We all want our students to "become something better than they are." As an online instructor, I struggle, and will continue to struggle and explore how to do that online where I do not always know who my students are, or how they will take my comments, or even have the ability to make it clear what my comments should mean and how they should be interpreted. 


  1. Danille, I share the same questions that you are asking, facing as an online teacher. Specially those of us who are used to face to face teaching find it extremely difficult to adjust to this online interface.For example in my F2F class after explaining a topic I could read their faces and figure out if any of them had any issues. This I am saying knowing how sometimes they hesitate to come out with their feelings. Now after teaching for sometime online I feel that students ask questions more freely in an online environment because they don't have to face anybody. It makes them more uninhibited.I feel initially though we miss the real classroom environment but if you are careful enough then there are a number of ways by which it can be overcome .

    1. Hi Kajal,
      Thank you for the comments. I find it interesting that your students are more likely to ask questions online, because they don't have to face anyone. That may come, with time, it is a new semester, after all.

  2. Thank you for sharing this dilemma. I am teaching an international masters program for the Waldorf teachers in Oslo. It is a module based course where students meet every once in a while and we work face-to-face. My main subject is transformative learning in adulthood but I am also interested in intuition in education.

    When I read your post I see that you are very conscious about the gender issues but it is much more difficult for you to explain the part of your work that has to do with learning/teaching. You would anyway prefer to continue to be a nice person that students like while you secretly plan turning them to the "right" direction. It is important that they are not attacking you while you do it...

    Well, I do not think that we as adult educators need this pretended female niceness, it is not a kindergarten. Adults want to be met like grown ups who are capable of making their own decisions. If I talk to someone who is totally wrong (in my opinion:) then I just meet the Other in an open discussion. Honesty and authenticity is most vital when we would like our students to become independent and able to judge/think/decide by themselves. It does not matter weather you are working online of offline. Specially while talking about gender and race...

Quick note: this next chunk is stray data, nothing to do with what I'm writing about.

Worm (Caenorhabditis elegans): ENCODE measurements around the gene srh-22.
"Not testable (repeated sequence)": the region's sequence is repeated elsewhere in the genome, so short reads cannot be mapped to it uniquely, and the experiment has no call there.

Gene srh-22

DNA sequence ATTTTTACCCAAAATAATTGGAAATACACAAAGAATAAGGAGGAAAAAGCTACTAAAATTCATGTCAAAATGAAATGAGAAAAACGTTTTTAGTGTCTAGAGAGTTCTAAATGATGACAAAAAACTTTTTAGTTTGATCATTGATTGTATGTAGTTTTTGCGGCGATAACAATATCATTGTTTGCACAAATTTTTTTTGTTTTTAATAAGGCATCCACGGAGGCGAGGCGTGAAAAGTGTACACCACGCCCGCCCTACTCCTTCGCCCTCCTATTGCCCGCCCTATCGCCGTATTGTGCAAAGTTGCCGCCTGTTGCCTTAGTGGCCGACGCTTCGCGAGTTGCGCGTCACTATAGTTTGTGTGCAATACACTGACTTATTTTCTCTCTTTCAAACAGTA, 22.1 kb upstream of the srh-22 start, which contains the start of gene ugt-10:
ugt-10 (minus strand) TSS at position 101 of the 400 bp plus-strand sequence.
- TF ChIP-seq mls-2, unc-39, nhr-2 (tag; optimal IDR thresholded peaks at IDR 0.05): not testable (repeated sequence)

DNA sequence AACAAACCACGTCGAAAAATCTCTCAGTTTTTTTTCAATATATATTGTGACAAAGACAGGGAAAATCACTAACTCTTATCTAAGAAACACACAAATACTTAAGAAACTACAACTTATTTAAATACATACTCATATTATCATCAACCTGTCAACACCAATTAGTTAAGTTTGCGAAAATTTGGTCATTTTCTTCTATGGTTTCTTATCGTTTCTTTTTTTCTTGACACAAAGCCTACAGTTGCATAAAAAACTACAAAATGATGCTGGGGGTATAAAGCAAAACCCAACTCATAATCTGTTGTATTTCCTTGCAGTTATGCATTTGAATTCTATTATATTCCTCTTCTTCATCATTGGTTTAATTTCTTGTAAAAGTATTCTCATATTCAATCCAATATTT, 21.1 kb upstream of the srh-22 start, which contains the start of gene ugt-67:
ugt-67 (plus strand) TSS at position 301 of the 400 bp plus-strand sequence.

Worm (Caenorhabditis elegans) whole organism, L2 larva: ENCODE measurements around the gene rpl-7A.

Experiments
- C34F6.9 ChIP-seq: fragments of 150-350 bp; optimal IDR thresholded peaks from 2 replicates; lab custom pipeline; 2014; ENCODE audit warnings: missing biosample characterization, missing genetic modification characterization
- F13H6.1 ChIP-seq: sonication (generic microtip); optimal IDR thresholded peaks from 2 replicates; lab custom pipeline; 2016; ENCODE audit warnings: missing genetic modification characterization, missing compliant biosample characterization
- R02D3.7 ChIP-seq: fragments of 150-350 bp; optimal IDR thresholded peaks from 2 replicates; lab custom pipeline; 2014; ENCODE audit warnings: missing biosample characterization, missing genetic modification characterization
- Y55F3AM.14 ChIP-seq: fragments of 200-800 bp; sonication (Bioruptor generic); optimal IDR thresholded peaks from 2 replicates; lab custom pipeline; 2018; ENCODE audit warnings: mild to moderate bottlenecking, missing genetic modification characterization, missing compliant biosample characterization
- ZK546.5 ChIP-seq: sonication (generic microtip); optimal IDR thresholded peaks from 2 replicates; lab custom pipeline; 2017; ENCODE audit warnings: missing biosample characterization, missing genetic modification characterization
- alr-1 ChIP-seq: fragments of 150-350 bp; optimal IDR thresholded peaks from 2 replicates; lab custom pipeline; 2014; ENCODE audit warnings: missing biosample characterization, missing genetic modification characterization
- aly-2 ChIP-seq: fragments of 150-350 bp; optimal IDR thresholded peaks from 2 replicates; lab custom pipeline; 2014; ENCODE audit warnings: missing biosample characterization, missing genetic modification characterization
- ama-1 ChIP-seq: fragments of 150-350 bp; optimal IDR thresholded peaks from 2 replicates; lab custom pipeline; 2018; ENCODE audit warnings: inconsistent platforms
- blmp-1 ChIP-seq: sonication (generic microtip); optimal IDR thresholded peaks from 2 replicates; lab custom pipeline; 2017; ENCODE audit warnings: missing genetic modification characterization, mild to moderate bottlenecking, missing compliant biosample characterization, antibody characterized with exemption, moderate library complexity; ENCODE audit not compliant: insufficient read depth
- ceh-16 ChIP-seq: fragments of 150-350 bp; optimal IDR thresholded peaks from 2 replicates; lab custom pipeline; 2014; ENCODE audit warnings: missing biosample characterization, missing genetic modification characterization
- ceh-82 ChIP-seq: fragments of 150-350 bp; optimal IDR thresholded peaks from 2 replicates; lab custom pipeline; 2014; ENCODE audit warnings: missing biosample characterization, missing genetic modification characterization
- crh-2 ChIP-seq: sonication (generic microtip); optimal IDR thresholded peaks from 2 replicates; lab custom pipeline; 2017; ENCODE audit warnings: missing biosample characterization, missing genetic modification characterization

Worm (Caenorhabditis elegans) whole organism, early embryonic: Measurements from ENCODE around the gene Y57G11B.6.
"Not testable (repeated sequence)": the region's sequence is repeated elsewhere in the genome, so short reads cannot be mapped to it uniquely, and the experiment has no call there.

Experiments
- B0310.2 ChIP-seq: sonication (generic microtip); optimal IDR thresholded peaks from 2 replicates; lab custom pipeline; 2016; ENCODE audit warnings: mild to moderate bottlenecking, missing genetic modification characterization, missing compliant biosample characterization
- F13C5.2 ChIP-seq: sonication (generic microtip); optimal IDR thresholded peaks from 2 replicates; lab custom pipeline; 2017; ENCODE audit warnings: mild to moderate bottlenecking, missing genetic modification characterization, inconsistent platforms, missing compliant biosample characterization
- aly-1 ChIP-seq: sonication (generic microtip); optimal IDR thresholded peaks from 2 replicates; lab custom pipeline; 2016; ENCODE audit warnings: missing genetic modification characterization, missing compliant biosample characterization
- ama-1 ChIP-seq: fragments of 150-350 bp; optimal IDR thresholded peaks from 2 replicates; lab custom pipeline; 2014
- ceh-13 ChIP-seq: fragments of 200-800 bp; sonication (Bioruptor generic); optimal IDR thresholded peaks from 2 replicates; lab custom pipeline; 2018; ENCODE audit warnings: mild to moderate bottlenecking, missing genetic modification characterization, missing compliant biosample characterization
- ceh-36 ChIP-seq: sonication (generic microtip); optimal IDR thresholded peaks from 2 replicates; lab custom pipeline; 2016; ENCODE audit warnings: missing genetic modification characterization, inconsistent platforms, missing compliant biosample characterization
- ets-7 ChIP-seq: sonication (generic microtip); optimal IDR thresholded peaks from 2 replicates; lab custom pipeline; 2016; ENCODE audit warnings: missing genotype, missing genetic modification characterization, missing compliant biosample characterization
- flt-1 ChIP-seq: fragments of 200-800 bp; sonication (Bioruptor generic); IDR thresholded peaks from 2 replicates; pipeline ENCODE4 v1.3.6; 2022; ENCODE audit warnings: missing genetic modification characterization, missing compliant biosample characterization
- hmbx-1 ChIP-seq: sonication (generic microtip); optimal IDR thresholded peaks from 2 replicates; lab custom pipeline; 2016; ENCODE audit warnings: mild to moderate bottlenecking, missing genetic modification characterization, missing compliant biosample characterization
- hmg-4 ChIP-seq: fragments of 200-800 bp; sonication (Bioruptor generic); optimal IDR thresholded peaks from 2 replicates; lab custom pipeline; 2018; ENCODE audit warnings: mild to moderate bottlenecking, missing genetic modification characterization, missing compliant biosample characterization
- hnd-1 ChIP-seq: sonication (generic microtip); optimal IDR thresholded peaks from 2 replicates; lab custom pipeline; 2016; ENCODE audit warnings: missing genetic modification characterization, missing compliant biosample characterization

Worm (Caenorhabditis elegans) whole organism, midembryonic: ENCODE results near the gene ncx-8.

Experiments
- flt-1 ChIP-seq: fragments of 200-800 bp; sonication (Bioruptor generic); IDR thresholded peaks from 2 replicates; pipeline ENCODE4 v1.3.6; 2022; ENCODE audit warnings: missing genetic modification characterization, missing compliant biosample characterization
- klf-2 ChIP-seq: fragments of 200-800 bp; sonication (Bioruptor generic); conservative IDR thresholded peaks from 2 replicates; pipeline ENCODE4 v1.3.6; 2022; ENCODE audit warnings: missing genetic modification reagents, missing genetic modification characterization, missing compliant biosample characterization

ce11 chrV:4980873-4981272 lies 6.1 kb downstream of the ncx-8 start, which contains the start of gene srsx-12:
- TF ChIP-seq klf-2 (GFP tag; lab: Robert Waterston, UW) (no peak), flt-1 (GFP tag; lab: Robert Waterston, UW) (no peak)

I have been thinking a lot how to be able to meet with my students as equals in all different kinds of learning spaces. If you meet openness and genuine interest in mind so much can happen. Otherwise you just pass on what you know and that I find uninteresting. I do not even consider it as a real learning process. It also lacks the creative power or inspiration for your students to continue with your topic or questions posed.

    Of course if you just want to teach them ABC and then leave the space, then forget about what I just wrote. But do not say then that you love your students because it is just pretending... and they will notice it anyway!

    Good luck with your students!

    with lot of love,

  3. You also write that, we all want our students to "become something better than they are."

    I cannot agree to that. I think that they already are as they are and it has nothing to do with good and bad... "We can grow together and learn so much from each other" is what we all want (both me and my students).

    Perhaps you should critically examine your assumptions about teaching and learning? There are many beautiful theories that combine gender, race and learning. For example if you read French thinker Jacques Ranciere. There was a special issue of "Educational Theory" in Nov 2012 about his ideas. It is interesting!